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Henry IV, Part 1
Vocabulary

Top-Ranked Words with Typical Sample Sentences

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affable
1 use
She's an affable, never-met-someone-she-didn't-like kind of woman.
affable = good natured and sociable
Word Statistics
Book1 use
Library3 uses in 10 avg bks
1st useScene 3.1
Web Links
audacious
1 use
It was an audacious act of piracy.
audacious = bold and daring
DefinitionGenerally audacious means:
bold and daring (inclined to take risks) — especially in violating social convention in a manner that could offend others
Word Statistics
Book1 use
Library3 uses in 10 avg bks
1st useScene 4.3
Web Links
banish
11 uses
He was banished from his own country.
banished = expelled (forced to leave)
DefinitionGenerally banish means:
to expel or get rid of
in various senses, including:
  • to force someone to leave a country as punishment
  • to push an idea from the mind
Word Statistics
Book11 uses
Library8 uses in 10 avg bks
1st useScene 3.2
Web Links
beseech
4 uses
She teaches and beseeches her students to think about their future.
beseeches = asks strongly or begs
DefinitionGenerally beseech means:
to ask strongly or beg for something
Word Statistics
Book4 uses
Library4 uses in 10 avg bks
1st useScene 1.3
Web Links
capitulate
1 use
The Romans induced many enemy armies to capitulate by offering good terms of surrender.
capitulate = surrender
DefinitionGenerally capitulate means:
to stop resisting something — such as surrendering to someone else's decision or accepting a military defeat
Word Statistics
Book1 use
Library1 use in 10 avg bks
1st useScene 3.2
Web Links
compulsion
4 uses
I had a compulsion to tell the brutal truth.
compulsion = strong urge (possibly uncontrollable)
DefinitionGenerally compulsion means:
a strong (possibly uncontrollable) urge to do something; or force or a requirement that forces an action
Word Statistics
Book4 uses
Library3 uses in 10 avg bks
1st useScene 2.4
Web Links
countenance
1 use
1  —1 use as in:
a pleasant countenance
She has a pleasant countenance.
countenance = facial expression; or face
DefinitionGenerally this sense of countenance means:
facial expression; or face; or composure
Word Statistics
Book1 use
Library3 uses in 10 avg bks
1st useScene 1.2
Web Links
disdain
2 uses
She tries to be polite, but cannot hide her disdain for authority.
disdain = lack of respect
DefinitionGenerally disdain means:
a lack of respect — often suggesting distaste and an undeserved sense of superiority

or:

to reject as not good enough
Word Statistics
Book2 uses
Library8 uses in 10 avg bks
SAT®*top 500
1st useScene 1.3
Web Links
haughty
2 uses
It is a story about a haughty princess who has a great fall.
haughty = arrogant or condescending (acting superior or self-important)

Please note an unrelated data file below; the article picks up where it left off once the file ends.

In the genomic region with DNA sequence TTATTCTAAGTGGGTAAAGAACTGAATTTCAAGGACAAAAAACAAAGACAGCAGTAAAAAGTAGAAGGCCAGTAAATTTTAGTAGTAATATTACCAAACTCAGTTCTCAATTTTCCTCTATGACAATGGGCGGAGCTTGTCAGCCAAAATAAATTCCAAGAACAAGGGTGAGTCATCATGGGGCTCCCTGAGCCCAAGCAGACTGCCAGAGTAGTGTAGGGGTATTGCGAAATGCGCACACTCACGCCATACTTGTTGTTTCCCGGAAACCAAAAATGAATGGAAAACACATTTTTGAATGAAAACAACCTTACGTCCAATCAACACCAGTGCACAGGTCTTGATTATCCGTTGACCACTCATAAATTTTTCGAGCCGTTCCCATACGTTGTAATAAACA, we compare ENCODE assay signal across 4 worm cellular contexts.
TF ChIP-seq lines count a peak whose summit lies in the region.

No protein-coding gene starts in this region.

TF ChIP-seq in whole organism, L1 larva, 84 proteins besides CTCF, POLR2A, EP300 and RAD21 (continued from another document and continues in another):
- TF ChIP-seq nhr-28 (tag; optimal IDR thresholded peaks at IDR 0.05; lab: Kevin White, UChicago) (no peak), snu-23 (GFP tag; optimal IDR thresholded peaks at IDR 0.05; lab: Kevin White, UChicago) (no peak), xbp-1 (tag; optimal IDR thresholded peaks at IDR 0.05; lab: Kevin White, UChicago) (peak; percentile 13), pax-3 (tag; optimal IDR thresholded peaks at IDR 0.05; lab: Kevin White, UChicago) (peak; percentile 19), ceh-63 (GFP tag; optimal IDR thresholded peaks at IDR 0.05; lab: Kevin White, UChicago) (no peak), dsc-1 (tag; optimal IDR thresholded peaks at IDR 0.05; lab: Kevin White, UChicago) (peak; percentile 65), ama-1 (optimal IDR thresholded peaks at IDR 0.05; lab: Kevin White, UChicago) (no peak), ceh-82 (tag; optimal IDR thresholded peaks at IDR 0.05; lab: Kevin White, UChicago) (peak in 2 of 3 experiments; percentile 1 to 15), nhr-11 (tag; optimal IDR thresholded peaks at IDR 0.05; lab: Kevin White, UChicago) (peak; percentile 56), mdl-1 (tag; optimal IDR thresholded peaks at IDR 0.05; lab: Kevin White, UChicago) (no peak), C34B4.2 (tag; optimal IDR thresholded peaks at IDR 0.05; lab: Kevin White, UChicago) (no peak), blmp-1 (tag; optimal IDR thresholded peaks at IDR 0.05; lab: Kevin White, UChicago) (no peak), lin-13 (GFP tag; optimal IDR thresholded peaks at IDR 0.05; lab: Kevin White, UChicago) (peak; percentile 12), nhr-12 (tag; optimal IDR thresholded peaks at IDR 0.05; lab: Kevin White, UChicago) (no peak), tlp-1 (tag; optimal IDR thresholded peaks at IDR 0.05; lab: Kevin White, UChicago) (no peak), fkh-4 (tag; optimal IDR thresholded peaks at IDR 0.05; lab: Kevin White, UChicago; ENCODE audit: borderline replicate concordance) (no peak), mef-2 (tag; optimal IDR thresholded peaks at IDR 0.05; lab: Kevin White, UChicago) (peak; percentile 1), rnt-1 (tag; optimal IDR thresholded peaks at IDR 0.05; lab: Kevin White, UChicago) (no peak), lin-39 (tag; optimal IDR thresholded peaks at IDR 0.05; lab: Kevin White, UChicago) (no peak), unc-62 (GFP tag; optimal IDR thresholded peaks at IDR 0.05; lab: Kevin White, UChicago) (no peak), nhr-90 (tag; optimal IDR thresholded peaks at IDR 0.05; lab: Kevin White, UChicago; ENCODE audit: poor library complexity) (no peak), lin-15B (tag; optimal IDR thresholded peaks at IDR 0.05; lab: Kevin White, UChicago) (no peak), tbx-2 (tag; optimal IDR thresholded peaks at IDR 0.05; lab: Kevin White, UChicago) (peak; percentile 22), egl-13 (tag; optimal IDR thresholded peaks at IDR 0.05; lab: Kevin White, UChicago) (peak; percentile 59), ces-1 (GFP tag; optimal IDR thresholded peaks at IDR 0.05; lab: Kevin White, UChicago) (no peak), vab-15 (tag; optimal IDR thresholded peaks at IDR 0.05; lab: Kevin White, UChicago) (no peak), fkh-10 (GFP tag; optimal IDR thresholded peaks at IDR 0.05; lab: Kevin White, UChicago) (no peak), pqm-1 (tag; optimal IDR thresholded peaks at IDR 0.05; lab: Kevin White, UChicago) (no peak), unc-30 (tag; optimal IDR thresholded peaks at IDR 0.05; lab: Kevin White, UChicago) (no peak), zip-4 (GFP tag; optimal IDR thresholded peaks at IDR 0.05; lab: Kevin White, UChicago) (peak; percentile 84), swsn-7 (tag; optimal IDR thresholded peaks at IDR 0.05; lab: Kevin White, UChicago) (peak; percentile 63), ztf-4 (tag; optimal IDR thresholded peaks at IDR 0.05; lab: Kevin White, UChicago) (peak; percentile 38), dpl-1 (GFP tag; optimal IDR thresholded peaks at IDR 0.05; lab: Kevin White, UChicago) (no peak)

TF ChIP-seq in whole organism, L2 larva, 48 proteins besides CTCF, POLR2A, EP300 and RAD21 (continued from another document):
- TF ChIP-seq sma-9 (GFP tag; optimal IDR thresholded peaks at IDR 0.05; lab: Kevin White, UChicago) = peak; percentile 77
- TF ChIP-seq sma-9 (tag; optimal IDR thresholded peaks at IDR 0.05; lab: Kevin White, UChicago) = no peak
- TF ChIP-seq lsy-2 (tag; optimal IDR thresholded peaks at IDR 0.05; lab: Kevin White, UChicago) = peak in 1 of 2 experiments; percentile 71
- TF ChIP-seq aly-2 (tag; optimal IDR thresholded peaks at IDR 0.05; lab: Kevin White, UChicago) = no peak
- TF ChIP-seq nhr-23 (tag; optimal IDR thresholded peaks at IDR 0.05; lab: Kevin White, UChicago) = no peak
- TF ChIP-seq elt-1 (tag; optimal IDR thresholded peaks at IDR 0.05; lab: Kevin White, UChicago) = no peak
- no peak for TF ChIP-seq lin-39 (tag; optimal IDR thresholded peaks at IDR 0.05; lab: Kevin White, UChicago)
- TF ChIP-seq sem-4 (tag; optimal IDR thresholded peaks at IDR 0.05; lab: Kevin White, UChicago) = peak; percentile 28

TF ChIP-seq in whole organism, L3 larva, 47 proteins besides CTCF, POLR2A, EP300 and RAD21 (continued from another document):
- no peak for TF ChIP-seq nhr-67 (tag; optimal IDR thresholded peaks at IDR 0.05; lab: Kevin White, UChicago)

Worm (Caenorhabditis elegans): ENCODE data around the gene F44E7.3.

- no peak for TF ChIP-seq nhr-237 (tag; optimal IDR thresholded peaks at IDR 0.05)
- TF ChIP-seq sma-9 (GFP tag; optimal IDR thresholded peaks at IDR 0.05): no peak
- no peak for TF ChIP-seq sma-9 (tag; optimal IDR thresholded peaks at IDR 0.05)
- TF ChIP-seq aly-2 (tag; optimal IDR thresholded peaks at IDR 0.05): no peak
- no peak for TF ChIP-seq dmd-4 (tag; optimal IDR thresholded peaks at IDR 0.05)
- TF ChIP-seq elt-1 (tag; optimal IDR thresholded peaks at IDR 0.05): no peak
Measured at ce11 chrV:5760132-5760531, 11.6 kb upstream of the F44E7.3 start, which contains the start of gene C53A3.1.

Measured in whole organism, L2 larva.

Word Statistics
Book2 uses
Library5 uses in 10 avg bks
1st useScene 3.1
Web Links
ignominious
1 use
They retreated in ignominious defeat.
ignominious = bringing disgrace or shame
DefinitionGenerally ignominious means:
deserving or bringing disgrace or shame — typically in reference to behavior or character
Word Statistics
Book1 use
Library2 uses in 10 avg bks
1st useScene 5.4
Web Links
innovate
1 use
Apple is considered one of the most innovative companies.
innovative = introducing things that are new and different
DefinitionGenerally innovate means:
bring something new to an environment
Word Statistics
Book1 use
Library3 uses in 10 avg bks
SAT®*top 1000
1st useScene 5.1
Web Links
malevolent
1 use
She tells vicious lies and spreads malevolent rumors.
malevolent = evil
DefinitionGenerally malevolent means:
evil
  • of a person — wishing or appearing to wish evil to others
  • of a thing — exerting an evil or harmful influence
Word Statistics
Book1 use
Library3 uses in 10 avg bks
1st useScene 1.1
Web Links
redemption   (2 meanings)
2 meanings, 2 uses
1  —1 use as in:
its main redeeming quality is...
Our dog is dirty, noisy, and ill-behaved, but her redeeming quality is that she is so loving.
redeeming = thing that makes up for bad things
DefinitionGenerally this sense of redemption means:
to make up for something bad; or to save
Word Statistics
Book1 use
Library3 uses in 10 avg bks
1st useScene 1.3
Web Links
2  —1 use as in:
redeem the coupon
The coupon can be redeemed for a free candy bar.
redeemed = exchanged
DefinitionGenerally this sense of redemption means:
to exchange something such as a coupon or voucher for something of value
Word Statistics
Book1 use
Library4 uses in 10 avg bks
1st useScene 1.3
Web Links
render
1 use
1  —1 use as in:
rendered service or a verdict
We're waiting for the jury to render a verdict.
render = give
DefinitionGenerally this sense of render means:
to give or supply something
Word Statistics
Book1 use
Library4 uses in 10 avg bks
SAT®*top 1000
1st useScene 3.1
Web Links
resolute
1 use
She stood resolute as some complained that she was asking too much of the team.
resolute = firm in purpose or belief
Word Statistics
Book1 use
Library7 uses in 10 avg bks
1st useScene 1.2
Web Links
ruminate
1 use
She had little time to ruminate.
ruminate = to think again and again about something
Word Statistics
Book1 use
Library2 uses in 10 avg bks
1st useScene 1.3
Web Links
superfluous
1 use
Eliminate superfluous words.
superfluous = more than is needed, desired, or required
Word Statistics
Book1 use
Library2 uses in 10 avg bks
1st useScene 1.2
Web Links
tedious
3 uses
I'll have to endure one of her tedious lectures.
tedious = boring or monotonous
DefinitionGenerally tedious means:
boring — especially because something goes on too long or without variation
Word Statistics
Book3 uses
Library5 uses in 10 avg bks
1st useScene 1.2
Web Links
zeal
2 uses
She attacks each challenge with zeal.
zeal = active interest and enthusiasm
Word Statistics
Book2 uses
Library4 uses in 10 avg bks
1st useScene 4.3
Web Links
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